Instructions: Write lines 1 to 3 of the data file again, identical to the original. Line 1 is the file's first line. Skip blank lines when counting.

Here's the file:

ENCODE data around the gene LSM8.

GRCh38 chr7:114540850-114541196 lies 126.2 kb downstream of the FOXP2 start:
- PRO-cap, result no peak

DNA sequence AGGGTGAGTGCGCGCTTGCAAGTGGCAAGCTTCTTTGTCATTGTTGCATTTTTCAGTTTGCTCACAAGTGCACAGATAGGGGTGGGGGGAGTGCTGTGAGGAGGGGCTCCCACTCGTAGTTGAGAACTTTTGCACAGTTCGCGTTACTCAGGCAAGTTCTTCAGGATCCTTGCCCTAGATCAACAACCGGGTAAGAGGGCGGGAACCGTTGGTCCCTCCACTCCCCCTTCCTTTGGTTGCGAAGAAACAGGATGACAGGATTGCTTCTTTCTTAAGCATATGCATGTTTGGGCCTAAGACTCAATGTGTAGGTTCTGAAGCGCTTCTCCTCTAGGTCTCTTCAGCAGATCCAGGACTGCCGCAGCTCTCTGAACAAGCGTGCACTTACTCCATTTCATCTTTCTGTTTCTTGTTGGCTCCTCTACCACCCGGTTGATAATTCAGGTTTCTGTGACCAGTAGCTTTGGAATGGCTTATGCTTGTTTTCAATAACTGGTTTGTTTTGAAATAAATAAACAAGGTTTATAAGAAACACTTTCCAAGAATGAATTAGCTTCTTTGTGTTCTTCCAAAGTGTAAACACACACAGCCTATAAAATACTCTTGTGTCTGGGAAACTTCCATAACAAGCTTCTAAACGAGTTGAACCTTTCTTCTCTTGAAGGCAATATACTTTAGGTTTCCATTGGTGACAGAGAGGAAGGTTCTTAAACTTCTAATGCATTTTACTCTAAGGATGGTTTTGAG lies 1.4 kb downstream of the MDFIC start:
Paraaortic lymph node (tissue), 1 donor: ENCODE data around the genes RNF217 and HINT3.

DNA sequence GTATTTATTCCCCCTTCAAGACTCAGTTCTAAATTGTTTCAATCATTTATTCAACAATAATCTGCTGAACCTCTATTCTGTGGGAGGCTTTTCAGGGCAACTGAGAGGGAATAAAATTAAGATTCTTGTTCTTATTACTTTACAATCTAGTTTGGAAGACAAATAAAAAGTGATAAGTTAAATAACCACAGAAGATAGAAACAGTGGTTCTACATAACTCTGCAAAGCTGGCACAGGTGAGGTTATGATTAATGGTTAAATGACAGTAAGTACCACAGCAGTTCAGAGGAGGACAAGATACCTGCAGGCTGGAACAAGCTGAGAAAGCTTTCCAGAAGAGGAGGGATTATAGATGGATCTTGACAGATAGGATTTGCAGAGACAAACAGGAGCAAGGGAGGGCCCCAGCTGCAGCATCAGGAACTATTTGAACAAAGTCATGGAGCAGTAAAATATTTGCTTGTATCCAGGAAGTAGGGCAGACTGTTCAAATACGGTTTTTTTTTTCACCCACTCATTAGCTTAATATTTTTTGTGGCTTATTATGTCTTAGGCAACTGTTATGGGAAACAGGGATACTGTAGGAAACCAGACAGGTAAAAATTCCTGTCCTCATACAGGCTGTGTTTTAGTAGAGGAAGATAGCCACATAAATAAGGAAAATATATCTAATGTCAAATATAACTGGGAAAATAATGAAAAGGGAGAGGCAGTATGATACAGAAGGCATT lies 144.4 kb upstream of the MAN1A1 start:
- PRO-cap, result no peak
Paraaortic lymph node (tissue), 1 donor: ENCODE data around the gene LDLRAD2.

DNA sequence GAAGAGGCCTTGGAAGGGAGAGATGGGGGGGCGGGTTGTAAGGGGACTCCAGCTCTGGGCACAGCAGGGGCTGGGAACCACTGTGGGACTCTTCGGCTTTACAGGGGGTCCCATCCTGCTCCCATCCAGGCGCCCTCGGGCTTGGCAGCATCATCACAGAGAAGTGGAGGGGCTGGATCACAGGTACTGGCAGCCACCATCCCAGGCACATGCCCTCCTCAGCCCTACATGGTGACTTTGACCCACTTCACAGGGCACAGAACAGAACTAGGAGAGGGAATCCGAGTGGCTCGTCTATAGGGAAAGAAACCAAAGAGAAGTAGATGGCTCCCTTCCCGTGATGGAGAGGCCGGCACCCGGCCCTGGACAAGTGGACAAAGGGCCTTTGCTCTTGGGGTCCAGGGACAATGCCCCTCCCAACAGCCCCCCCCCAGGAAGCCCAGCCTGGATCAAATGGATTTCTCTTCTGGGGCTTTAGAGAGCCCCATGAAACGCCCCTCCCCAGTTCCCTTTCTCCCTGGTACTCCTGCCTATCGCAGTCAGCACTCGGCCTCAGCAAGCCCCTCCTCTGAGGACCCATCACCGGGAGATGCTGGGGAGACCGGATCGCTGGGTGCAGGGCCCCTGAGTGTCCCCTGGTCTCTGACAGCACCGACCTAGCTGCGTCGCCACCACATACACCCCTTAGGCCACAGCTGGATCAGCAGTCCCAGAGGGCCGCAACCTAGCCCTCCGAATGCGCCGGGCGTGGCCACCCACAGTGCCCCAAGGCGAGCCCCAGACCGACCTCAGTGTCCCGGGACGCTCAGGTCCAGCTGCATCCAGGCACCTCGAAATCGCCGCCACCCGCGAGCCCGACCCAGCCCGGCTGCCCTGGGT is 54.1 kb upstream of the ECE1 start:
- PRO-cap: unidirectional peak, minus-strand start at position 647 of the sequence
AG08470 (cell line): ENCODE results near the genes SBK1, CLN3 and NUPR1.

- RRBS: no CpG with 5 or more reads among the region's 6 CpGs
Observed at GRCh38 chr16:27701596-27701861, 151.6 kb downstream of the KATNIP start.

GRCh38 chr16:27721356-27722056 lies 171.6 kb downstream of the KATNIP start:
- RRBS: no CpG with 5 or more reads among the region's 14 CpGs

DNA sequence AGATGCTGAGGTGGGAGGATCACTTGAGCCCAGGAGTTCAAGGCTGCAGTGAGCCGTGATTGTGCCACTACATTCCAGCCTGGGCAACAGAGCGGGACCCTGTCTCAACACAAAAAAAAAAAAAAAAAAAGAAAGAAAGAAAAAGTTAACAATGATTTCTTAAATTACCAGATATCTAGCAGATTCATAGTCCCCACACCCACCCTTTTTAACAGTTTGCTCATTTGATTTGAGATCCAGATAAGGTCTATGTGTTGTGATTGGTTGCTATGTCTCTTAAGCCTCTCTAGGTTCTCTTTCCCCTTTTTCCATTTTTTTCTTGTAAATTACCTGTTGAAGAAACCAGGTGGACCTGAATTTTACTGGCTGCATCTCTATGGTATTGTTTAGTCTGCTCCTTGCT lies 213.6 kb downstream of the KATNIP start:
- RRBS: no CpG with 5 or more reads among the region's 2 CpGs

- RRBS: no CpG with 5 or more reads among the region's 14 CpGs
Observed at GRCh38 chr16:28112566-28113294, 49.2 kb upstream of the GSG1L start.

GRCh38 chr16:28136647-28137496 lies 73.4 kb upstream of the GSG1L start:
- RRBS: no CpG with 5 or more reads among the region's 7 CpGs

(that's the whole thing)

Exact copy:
ENCODE data around the gene LSM8.

GRCh38 chr7:114540850-114541196 lies 126.2 kb downstream of the FOXP2 start:
- PRO-cap, result no peak